For many of us, the burden of teaching our children about God leads quickly to a guilt trip. We search Christian catalogues for the right devotional material, written especially for children. We start off with good intentions only to fizzle out after a few weeks or even days. We salve our consciences by making sure that our children attend Sunday school and other children’s church activities. Can I suggest something both simple and effective? It is the singing of hymns.
By hymns I am referring to songs of our Christian heritage that are written to be sung by a congregation, that are loaded with theological intent, and that have endured through the kaleidoscope of cultural change over the centuries. This is not to say that other kinds of Christian songs such as choruses, “worship” songs, and even those rousing nautically-themed songs of the 19th century are not beneficial to us as believers. But if our passion is for our children to know Scriptural truth and sound doctrine then we must ensure that hymns full of those solid themes are taught to our children.
As a homeschooling mum, I have often pondered what Bible curriculum to use to help my children know God and understand the Bible. Last year I noticed that my two youngest children seemed to know very few hymns—a lot of choruses and children’s songs, but not many of the classic hymns such as those penned by Watts and the Wesleys. Taking one of our many hymnbooks, I flipped through the pages and chose a hymn that would lead my children to a fuller understanding of God–Isaac Watt’s “Alas! and Did my Saviour Bleed?” I provided each child with a copy of the song and a covered exercise book to serve as a personalised hymnbook as I planned to learn a new song each week. Then we began learning the song together. This is a routine that we now follow every week of the school year. Starting on Monday, we sing the song together each day of the week, talking about the vocabulary and concepts as we go along—just a little each day. Perhaps I will tell a Bible story that relates to the hymn (such as the story that explains “Well might the sun in darkness hide”), or perhaps I will pull out a Bible story book to show our Saviour’s “sacred head” bleeding for our sins. By the end of the week we consider the hymn learned and begin a new hymn the next week. On Friday we have “favourites day” and sing through several of the hymns we have already learned. For over a year now, we have been using hymns as the backbone of our Bible time, and the children have a growing library of classic hymns committed to memory with all their richness of vocabulary and wealth of Biblical allusion, vivid metaphor and poetic imagery. It is not only the children’s spiritual and educational benefits that make the effort worthwhile but also their delight when we bump into one of “our” hymns in another setting.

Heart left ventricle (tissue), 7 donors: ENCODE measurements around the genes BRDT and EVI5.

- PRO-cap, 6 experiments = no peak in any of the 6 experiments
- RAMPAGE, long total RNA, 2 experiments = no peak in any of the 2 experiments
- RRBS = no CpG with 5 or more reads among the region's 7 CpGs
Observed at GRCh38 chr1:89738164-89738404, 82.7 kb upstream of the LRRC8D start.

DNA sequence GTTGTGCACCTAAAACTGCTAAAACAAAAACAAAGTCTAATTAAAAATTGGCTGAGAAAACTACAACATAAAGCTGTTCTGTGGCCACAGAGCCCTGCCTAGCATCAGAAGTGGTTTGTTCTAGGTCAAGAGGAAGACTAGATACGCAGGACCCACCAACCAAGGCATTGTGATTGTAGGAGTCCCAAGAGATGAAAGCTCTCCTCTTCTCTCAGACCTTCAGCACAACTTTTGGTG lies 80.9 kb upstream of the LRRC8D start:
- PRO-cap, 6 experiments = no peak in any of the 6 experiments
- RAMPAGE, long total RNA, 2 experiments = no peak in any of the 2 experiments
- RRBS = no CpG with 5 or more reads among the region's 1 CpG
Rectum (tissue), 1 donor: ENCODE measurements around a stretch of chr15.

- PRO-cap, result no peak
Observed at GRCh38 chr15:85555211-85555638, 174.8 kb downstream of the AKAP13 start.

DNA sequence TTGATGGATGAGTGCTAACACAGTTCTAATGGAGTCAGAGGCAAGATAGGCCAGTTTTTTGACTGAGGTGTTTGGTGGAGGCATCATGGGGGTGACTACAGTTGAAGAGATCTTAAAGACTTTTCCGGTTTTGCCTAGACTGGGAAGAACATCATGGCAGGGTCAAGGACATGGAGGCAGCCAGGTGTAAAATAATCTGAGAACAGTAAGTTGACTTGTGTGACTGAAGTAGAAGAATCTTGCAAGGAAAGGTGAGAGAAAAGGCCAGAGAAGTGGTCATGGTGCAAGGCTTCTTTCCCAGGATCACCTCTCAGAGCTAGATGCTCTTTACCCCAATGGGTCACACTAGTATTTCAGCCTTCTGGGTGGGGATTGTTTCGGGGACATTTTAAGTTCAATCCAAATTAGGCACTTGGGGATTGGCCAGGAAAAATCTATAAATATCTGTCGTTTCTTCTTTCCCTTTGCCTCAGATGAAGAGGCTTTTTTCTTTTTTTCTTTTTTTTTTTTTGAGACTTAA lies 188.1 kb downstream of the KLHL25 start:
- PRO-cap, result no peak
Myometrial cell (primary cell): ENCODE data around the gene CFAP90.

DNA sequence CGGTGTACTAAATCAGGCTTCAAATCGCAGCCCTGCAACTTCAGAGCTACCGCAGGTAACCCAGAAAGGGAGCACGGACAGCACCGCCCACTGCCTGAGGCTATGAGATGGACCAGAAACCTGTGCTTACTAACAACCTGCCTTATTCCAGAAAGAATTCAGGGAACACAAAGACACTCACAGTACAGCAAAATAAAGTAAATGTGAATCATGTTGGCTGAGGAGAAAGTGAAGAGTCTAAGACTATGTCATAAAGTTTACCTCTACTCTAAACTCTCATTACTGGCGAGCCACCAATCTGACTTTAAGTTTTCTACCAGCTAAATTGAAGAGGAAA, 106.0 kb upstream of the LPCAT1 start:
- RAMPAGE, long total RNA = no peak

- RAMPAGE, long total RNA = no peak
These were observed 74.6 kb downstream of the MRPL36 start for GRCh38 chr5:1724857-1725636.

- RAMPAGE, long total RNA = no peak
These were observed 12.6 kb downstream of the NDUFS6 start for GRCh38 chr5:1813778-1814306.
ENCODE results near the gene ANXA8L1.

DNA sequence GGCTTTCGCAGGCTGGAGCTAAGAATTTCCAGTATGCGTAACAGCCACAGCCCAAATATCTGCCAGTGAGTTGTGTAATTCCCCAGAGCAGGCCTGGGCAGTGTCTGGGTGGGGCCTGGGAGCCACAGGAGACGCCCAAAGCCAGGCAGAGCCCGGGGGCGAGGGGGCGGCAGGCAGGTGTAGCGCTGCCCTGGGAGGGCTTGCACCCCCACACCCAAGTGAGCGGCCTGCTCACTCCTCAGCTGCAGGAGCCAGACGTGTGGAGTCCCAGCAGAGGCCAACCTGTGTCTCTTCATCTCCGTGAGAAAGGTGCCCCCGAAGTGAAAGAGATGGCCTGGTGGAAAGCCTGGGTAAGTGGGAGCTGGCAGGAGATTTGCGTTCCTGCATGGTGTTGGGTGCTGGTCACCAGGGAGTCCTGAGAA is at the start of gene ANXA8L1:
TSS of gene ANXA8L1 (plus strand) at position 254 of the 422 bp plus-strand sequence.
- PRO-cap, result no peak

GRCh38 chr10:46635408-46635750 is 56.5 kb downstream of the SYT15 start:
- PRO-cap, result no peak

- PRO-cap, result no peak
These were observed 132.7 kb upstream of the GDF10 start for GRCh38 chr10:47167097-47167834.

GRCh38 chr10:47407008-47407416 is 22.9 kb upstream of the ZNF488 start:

Perhaps you think that the language of hymns is over our children’s heads and that we are asking too much of them to learn such songs. But what better way to expose them to the language of our deepest doctrines? Shall we shelve the hymns just because those words are sometimes even beyond our normal vocabulary as parents, let alone the comprehension of our children? To do so will deprive us of a significant slice of our Christian heritage. Also, those weighty words coupled with simple tunes remain chewable as nourishment for the mind and spirit for many years to come. Even if our children do not grasp the full meaning of the hymn this month, its impact may dawn on them next year or even in ten or twenty years. I have many times had a phrase from an old hymn leap into my mind with fresh meaning years after I had learned the hymn. Teaching hymns is sowing in faith for a harvest of spiritual stability in the future.
If you are still convinced that teaching hymns to your children is beyond your grasp, resources are available to help you on the jourmey. Maybe you are unsure of which hymns to choose or perhaps you are not at all musical. I recently purchased a helpful book at Koorong called Hymns for a Kid’s Heart by Tada and Wolgemuth. Theme-based classic hymns are presented with historical and biographical backgrounds told in a child-friendly style without being “dumbed down.” A simple devotional reading that practically applies the message of the hymn is also included along with a memory verse and prayer. All the hymns are recorded on a CD included with the purchase of the book. Winsomely packaged as a hardcover with dust jacket and sensitively produced colour illustrations, this series of four books can help anyone who wants to familiarise children with the precious heritage of our hymns.
Whether you choose your own hymns and teaching method or purchase something like Hymns for a Kid’s Heart, teaching hymns to your children is a simple and rewarding way to acquaint them with spiritual truth. So quit poring over those internet sites for ideas and start singing your kids to a deeper understanding of God!